One recent Art Show highlighted another reality. One painting that sold received great reviews, primarily because of the colours. As a piece of art, that is a valid observation and interest. But it poses a problem for future paintings. If this was a purely commercial venture, choosing totem subject based on colours and popularity would become the driving force. But that isn't the goal of this project.
As I sit here next to my studio space, I see all my colour photocopies of totem sections on the wall, which are waiting to be done. There are some that would be more commercially plausible, but there are many which I just need to do even though they may likely not be of interest for smaller scale collectors. But these images are time capsules in a totem's life which need to be recorded. A photograph could suffice, as documentation, but a photograph doesn't have the same artistic impact and longevity. I believe strongly in the energy captured as being different in a painting from a photograph. A photograph can be truly wonderful and artistic through the photographer's eye, skill and timing. All comes into place with the click of that shutter, and edits through the great photo editors available now. But a painting, also based on the artist's eye and skill, takes days and weeks to develop and complete, especially when remaining visually true realistic. The effort (blood, sweat and tears) and passion is all part of that energy that a viewer encounters, and why the paintings in my series are tactile. Their response is similar to mine when I am in front of a totem, and they feel the vibration I feel from the life of the wood and carving a master has set within it. People just want to feel the canvas and 'the wood' that they see.
Long story short, this finally brings me to my specific need to successfully open the door with granting bodies.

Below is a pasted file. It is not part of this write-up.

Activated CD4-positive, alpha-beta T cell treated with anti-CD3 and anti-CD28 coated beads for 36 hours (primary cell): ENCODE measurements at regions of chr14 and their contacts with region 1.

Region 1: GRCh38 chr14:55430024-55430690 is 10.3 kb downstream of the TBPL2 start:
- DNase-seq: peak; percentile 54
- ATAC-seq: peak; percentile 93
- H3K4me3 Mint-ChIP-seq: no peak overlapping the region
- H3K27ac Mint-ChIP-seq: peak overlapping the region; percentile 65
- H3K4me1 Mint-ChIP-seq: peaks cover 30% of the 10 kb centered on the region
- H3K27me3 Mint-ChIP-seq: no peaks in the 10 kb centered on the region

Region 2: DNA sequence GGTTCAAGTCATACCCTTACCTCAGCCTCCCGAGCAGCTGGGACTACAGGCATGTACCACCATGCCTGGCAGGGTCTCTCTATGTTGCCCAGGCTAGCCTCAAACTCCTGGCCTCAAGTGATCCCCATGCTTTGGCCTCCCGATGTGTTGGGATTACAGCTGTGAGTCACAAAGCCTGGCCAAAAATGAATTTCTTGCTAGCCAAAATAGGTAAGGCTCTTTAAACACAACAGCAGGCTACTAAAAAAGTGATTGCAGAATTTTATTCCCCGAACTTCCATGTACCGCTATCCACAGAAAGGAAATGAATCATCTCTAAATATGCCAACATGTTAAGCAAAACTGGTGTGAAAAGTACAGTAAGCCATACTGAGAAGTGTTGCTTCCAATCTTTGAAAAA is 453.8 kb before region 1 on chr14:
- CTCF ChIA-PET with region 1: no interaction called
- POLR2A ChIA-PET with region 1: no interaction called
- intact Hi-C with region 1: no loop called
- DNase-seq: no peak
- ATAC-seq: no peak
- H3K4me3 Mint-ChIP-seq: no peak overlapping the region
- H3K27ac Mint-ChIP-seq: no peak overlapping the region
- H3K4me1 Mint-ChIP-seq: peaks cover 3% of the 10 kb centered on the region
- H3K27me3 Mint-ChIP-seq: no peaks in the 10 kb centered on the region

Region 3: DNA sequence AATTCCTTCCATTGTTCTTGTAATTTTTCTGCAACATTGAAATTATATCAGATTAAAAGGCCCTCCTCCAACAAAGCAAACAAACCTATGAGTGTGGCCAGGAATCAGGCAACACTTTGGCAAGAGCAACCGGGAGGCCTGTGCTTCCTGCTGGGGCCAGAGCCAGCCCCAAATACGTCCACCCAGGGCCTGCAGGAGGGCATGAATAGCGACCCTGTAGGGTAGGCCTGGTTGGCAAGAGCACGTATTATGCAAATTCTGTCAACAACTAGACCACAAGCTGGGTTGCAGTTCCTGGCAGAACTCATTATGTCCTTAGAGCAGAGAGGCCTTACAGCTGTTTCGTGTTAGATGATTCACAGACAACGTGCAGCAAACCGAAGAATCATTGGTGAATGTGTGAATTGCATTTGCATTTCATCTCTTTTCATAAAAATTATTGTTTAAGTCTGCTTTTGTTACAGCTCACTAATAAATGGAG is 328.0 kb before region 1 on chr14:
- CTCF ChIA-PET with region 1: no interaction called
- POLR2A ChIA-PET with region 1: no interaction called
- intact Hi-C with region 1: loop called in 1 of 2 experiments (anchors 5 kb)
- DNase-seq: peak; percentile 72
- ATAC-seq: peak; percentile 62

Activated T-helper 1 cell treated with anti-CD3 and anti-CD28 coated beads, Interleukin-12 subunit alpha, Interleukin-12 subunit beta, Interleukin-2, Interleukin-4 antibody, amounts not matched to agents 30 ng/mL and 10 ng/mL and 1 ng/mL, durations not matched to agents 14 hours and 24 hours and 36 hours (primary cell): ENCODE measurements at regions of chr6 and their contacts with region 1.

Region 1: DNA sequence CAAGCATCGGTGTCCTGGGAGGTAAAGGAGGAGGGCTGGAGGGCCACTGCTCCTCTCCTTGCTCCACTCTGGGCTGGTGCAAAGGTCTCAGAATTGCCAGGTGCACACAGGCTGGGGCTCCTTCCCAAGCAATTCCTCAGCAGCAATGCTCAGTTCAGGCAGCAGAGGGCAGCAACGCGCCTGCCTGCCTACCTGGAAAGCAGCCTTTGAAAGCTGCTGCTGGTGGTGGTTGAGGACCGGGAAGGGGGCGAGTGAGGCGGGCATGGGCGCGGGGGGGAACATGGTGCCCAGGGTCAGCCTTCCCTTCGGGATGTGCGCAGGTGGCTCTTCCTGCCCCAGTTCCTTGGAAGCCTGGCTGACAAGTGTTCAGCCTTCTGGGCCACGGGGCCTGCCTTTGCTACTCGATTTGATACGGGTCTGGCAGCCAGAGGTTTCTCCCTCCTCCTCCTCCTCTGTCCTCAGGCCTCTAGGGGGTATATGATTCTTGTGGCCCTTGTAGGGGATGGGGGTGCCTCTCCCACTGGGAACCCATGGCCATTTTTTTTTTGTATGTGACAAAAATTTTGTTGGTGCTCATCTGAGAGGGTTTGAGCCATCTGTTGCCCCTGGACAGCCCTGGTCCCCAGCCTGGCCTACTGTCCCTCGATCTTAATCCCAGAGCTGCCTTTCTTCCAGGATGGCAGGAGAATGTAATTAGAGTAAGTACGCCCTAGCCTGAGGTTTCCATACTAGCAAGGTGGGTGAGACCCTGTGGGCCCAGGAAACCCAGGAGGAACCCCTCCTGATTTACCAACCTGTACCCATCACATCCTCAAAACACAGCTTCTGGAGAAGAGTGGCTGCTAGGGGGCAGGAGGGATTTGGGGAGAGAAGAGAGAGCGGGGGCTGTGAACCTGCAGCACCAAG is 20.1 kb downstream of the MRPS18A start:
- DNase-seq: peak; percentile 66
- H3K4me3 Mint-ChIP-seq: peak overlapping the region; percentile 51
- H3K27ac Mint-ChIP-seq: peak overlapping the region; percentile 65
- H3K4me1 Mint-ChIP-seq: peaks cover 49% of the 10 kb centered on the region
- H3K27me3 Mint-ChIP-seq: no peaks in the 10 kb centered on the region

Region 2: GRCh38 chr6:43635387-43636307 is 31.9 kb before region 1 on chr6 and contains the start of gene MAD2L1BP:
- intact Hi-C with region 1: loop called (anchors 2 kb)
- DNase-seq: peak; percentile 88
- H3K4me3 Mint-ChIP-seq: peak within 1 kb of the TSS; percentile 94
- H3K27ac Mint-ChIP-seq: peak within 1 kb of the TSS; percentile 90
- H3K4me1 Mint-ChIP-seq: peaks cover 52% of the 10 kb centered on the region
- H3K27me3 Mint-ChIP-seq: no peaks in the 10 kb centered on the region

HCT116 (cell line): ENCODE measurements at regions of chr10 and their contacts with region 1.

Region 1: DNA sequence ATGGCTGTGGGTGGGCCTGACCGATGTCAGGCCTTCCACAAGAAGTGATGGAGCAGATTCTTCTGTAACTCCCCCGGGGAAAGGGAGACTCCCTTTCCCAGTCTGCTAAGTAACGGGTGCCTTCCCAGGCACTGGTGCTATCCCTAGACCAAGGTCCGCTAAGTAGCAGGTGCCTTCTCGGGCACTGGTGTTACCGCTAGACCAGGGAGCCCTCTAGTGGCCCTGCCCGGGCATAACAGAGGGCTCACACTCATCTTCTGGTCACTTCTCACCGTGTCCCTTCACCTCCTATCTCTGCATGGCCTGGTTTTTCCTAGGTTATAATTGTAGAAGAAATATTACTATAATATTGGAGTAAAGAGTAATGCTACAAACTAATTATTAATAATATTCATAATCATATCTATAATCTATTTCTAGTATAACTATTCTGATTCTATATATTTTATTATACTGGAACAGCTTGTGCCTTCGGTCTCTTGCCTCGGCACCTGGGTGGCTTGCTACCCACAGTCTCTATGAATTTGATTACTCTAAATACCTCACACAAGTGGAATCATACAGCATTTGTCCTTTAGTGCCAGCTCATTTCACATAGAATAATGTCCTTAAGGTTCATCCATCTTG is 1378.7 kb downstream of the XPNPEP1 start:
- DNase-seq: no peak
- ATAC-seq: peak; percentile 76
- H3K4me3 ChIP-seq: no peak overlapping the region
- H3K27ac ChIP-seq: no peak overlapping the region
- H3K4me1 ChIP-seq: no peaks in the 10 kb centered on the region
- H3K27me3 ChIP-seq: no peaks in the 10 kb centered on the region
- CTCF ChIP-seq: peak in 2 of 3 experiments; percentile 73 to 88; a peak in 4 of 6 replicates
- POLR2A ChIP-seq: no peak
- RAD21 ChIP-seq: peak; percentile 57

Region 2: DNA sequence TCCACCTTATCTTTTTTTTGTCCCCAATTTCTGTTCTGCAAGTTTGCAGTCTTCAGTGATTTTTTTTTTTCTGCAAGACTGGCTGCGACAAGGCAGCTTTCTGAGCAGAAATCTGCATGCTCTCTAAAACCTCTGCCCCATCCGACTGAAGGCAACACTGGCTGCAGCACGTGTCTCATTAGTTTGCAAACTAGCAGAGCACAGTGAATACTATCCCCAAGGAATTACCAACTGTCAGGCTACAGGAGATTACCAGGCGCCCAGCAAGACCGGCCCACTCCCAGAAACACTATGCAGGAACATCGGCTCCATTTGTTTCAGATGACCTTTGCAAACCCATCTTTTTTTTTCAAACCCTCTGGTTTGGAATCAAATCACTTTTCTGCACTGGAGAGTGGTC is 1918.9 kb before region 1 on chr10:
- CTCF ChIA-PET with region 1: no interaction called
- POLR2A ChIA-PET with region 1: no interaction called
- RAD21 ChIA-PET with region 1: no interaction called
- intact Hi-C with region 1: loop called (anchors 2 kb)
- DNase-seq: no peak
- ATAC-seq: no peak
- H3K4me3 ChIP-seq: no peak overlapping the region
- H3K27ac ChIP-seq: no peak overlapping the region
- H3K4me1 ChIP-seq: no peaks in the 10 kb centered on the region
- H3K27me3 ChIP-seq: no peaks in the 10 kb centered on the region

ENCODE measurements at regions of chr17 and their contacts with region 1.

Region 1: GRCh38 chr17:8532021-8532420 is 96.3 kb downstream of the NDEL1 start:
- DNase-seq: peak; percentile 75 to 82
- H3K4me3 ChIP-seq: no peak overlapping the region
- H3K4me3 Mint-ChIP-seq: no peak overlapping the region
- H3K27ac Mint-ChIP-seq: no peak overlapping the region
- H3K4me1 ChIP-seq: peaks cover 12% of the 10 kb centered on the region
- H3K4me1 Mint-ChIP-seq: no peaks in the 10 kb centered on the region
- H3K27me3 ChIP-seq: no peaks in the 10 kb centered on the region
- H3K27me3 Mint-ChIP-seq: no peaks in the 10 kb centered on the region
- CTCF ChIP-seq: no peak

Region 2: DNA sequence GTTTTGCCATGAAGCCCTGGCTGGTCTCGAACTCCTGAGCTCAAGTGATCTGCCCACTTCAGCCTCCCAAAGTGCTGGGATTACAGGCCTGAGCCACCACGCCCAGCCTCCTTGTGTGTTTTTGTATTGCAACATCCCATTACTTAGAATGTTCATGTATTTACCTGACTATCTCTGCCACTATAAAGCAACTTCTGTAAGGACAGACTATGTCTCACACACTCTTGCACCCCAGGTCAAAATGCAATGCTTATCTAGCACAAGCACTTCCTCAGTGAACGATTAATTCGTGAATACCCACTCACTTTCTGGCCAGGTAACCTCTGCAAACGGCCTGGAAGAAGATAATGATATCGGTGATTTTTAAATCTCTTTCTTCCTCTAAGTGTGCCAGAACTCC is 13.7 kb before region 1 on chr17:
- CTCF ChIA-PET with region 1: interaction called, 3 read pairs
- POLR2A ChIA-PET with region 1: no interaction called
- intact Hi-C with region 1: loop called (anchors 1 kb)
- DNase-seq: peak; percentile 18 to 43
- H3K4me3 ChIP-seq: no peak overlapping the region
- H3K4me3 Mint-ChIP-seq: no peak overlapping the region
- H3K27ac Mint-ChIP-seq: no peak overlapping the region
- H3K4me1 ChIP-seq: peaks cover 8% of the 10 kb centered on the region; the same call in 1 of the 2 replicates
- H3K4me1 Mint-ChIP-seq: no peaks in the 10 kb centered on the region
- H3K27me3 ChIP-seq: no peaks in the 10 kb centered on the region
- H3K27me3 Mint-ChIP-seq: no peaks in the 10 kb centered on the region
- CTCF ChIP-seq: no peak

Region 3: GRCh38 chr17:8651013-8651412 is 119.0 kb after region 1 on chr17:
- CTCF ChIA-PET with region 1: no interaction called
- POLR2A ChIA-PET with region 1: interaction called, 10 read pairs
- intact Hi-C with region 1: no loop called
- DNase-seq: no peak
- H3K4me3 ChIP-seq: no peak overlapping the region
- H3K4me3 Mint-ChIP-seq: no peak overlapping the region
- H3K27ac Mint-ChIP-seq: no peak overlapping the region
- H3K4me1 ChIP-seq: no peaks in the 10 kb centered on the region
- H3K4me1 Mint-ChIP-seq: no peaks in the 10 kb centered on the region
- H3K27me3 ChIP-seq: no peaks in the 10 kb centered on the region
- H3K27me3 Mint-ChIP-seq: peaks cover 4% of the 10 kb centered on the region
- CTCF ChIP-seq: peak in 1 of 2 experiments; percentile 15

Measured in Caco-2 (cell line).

To remain faithful to the goals and development of this series, I do need the support from granting bodies (or a benefactor). The need is two-fold.
1) to continue on the series and maintain my studio and living expenses and
2) to continue in my research and documenting the totems in their original environment (an example being Haida Gwaii, Alert Bay etc.). I need to be at ground level of the homes of the totems, and to take my own photographs of the close-ups and lighting that would support the paintings. Because I stay true to the originals, I need images that have loads of visual information to work from. I do not use my imagination.
But to break ground with the granting bodies, my checklist will have to be, addressing my professional status, collaboration with a First Nations Elder/advisor or artist, and then prepare the scope of the project for presentation.
At the moment, this artist is going through another bought of weariness and self-doubt, typical for an artist. But one's passion maintains the focus for the next day and so on. The struggle and sacrifice to survive and support a family can bear heavily on one's art. Some may consider this as foolish, but I have to trust that somehow, I will, in the end, make a difference in my art as my legacy.
Andre Prevost, began his work in theatre in the late 70s after completing his studies at the Banff School of Fine Arts, and in his iconography in 1980, and having a large body of work in each. He has since been based in Western Canada; North Vancouver, Edmonton, Winnipeg, and now back on the West Coast.